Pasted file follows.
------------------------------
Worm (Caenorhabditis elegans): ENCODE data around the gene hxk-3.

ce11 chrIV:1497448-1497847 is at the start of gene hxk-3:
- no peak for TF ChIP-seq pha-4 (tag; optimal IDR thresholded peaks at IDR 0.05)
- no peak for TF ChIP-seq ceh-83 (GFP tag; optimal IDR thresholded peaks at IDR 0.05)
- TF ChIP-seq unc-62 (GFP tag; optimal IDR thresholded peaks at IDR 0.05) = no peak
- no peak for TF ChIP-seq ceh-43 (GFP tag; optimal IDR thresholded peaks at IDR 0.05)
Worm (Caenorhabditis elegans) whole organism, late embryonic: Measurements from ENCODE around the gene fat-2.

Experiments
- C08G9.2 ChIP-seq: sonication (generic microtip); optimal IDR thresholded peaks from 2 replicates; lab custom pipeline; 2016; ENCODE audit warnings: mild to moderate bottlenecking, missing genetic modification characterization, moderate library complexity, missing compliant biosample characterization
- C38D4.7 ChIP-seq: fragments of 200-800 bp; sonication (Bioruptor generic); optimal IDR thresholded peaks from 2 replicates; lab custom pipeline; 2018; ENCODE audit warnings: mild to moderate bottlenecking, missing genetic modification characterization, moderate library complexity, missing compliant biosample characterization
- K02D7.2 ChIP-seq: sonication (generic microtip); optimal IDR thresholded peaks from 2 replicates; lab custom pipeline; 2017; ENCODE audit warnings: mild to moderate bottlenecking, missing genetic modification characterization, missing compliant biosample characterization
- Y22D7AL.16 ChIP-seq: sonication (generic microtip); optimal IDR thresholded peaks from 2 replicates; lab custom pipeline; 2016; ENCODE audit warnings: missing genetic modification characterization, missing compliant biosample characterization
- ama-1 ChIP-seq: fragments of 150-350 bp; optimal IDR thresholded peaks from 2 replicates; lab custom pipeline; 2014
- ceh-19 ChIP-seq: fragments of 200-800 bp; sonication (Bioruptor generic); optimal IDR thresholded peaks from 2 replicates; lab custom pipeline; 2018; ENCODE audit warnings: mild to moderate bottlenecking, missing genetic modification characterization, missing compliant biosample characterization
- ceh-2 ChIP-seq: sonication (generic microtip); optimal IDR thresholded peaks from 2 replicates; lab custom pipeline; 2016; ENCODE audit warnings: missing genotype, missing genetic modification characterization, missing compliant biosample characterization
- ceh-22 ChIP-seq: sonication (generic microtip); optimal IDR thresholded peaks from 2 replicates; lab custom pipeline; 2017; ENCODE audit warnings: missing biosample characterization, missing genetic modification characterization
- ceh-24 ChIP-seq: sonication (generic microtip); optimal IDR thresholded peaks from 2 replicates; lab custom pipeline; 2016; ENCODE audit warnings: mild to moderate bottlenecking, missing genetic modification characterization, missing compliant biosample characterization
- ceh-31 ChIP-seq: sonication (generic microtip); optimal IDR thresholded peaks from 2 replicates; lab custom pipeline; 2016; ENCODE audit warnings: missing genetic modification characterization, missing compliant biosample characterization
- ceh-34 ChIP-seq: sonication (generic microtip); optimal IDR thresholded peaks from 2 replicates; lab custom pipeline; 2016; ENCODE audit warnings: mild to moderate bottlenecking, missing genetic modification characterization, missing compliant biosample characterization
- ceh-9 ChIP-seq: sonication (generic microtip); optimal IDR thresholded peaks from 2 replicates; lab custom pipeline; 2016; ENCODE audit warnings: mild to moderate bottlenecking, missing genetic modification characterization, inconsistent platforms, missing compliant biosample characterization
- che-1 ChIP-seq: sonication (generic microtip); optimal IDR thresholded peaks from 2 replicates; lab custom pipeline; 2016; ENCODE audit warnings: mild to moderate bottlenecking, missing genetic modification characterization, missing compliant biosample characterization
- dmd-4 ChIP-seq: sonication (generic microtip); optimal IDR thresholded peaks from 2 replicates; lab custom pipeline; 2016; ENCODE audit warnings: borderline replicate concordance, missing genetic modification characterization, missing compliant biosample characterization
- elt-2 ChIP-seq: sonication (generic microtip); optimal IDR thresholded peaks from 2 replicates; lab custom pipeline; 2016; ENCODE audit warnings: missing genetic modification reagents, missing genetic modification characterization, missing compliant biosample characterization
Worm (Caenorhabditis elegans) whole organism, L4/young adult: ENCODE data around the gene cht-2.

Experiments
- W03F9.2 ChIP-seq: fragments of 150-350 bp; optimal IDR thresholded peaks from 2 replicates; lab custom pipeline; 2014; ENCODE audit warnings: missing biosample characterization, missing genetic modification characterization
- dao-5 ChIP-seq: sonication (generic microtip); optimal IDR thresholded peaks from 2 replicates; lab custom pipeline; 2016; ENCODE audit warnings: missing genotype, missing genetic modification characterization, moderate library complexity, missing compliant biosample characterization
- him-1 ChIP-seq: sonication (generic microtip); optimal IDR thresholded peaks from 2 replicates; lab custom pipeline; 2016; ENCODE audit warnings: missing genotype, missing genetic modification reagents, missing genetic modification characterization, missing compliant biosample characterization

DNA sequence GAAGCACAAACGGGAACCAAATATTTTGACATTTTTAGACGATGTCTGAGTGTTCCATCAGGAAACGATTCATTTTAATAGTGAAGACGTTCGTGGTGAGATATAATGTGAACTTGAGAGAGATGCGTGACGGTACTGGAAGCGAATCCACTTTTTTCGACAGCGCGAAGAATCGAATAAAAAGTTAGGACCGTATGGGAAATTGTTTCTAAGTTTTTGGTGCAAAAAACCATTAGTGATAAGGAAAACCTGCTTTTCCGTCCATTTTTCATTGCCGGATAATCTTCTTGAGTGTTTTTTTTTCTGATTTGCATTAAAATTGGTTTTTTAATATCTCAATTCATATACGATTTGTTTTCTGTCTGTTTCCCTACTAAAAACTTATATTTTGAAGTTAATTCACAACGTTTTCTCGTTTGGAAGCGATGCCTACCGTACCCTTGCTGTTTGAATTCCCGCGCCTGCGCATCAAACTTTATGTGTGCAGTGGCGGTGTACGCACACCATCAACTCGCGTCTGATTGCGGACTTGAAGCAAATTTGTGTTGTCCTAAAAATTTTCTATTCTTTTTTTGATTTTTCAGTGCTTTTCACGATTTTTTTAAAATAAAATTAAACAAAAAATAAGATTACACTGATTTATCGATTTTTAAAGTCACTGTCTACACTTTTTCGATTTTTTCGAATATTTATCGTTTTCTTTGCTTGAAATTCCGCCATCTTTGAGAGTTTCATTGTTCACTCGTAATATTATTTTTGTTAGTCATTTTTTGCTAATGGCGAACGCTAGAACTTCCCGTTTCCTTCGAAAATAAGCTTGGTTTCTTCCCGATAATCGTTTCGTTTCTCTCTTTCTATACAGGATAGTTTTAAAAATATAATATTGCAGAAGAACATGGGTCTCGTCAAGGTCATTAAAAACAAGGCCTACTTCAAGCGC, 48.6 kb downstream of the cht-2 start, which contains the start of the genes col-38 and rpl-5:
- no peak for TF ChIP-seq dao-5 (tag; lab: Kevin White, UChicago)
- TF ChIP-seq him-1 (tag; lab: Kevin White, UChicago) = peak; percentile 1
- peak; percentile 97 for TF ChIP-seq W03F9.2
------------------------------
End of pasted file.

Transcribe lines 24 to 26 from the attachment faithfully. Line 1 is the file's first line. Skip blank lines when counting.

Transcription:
Worm (Caenorhabditis elegans) whole organism, L4/young adult: ENCODE data around the gene cht-2.

Experiments
- W03F9.2 ChIP-seq: fragments of 150-350 bp; optimal IDR thresholded peaks from 2 replicates; lab custom pipeline; 2014; ENCODE audit warnings: missing biosample characterization, missing genetic modification characterization